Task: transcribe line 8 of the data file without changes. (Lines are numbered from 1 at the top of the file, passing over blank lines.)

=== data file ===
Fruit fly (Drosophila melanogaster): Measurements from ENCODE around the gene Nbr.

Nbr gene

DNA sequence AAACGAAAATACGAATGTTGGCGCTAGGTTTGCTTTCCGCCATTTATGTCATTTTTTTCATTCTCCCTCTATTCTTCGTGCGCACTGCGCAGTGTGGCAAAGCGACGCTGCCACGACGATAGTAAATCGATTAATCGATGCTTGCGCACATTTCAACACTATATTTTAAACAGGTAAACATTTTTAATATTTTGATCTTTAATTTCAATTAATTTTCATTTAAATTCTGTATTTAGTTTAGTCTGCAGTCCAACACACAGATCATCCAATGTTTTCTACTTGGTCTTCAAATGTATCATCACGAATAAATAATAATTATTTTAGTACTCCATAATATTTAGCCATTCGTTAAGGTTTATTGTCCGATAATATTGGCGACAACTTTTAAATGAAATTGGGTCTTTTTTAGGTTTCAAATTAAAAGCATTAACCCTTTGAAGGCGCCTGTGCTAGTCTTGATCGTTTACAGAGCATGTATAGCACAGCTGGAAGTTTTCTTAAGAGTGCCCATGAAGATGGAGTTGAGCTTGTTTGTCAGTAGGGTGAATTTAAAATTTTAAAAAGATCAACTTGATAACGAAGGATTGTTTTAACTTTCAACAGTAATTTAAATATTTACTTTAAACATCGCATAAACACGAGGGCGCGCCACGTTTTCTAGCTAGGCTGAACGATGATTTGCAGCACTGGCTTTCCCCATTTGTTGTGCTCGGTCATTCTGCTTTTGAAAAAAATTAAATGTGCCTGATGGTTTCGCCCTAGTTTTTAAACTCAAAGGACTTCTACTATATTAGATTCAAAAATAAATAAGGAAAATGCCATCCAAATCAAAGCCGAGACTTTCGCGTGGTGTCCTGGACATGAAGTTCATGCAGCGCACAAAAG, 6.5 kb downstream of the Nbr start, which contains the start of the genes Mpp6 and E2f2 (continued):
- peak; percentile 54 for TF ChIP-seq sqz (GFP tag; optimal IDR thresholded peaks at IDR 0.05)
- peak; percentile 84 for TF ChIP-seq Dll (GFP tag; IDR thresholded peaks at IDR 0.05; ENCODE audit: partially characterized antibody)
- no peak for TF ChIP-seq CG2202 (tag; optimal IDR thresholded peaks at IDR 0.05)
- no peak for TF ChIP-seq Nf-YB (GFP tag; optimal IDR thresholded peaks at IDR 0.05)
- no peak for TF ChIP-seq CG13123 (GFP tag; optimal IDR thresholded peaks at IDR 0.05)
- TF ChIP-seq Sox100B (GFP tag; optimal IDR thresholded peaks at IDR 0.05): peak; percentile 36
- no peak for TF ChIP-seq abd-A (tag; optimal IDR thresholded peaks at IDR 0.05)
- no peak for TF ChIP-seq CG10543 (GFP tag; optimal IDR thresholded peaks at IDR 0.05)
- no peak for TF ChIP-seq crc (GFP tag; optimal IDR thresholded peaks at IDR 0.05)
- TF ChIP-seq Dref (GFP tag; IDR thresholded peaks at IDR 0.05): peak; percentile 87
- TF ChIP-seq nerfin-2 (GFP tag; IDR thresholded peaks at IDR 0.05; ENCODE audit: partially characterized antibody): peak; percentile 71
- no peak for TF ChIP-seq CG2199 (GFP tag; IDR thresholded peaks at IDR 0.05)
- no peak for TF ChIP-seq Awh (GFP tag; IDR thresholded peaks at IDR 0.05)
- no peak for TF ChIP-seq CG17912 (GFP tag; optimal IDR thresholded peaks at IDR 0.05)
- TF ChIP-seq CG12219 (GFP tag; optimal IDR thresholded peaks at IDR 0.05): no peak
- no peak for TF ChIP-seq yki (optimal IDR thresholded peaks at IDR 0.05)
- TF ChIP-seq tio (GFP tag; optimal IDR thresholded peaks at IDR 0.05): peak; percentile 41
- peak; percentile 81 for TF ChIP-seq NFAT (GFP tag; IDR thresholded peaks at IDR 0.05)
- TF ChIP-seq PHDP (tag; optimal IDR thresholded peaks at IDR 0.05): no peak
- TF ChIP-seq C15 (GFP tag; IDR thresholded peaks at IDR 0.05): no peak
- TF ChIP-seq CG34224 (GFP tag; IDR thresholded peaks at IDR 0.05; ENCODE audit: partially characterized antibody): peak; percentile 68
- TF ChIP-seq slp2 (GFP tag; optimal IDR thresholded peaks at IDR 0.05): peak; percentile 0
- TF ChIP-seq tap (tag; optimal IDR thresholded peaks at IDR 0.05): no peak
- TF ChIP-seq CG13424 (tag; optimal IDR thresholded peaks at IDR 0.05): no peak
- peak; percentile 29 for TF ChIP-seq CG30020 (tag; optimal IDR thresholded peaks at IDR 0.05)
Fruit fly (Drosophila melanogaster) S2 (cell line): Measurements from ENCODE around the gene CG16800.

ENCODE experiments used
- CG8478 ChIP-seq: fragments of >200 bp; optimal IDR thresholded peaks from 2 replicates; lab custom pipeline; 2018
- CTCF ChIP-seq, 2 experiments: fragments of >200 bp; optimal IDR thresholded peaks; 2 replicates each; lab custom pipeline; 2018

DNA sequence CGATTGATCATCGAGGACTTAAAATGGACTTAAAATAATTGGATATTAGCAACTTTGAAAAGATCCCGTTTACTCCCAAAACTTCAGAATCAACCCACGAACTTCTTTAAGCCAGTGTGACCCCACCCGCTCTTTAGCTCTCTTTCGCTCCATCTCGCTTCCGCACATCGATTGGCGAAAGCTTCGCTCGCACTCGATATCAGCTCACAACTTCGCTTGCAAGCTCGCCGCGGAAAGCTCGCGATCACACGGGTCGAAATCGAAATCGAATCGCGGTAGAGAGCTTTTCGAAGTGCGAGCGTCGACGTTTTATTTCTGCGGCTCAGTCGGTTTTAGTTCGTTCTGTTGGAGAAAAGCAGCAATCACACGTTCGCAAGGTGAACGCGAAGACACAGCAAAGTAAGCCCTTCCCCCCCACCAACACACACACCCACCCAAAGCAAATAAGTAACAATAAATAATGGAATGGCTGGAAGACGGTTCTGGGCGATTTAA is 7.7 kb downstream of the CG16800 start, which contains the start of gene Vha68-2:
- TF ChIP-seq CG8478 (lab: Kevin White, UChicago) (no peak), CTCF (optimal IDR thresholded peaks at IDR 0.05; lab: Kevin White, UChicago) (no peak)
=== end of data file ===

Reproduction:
- no peak for TF ChIP-seq CG13123 (GFP tag; optimal IDR thresholded peaks at IDR 0.05)